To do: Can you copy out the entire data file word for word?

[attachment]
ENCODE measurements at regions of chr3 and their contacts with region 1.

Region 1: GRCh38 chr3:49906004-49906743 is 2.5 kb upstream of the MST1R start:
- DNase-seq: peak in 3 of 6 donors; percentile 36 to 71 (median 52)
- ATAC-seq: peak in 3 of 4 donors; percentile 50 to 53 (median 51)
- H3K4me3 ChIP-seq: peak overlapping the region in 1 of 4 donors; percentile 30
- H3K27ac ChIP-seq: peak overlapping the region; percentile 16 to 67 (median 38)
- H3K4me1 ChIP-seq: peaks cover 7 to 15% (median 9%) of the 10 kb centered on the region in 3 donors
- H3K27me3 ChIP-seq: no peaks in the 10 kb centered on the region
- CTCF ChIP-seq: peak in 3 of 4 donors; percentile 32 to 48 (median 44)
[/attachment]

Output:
ENCODE measurements at regions of chr3 and their contacts with region 1.

Region 1: GRCh38 chr3:49906004-49906743 is 2.5 kb upstream of the MST1R start:
- DNase-seq: peak in 3 of 6 donors; percentile 36 to 71 (median 52)
- ATAC-seq: peak in 3 of 4 donors; percentile 50 to 53 (median 51)
- H3K4me3 ChIP-seq: peak overlapping the region in 1 of 4 donors; percentile 30
- H3K27ac ChIP-seq: peak overlapping the region; percentile 16 to 67 (median 38)
- H3K4me1 ChIP-seq: peaks cover 7 to 15% (median 9%) of the 10 kb centered on the region in 3 donors
- H3K27me3 ChIP-seq: no peaks in the 10 kb centered on the region
- CTCF ChIP-seq: peak in 3 of 4 donors; percentile 32 to 48 (median 44)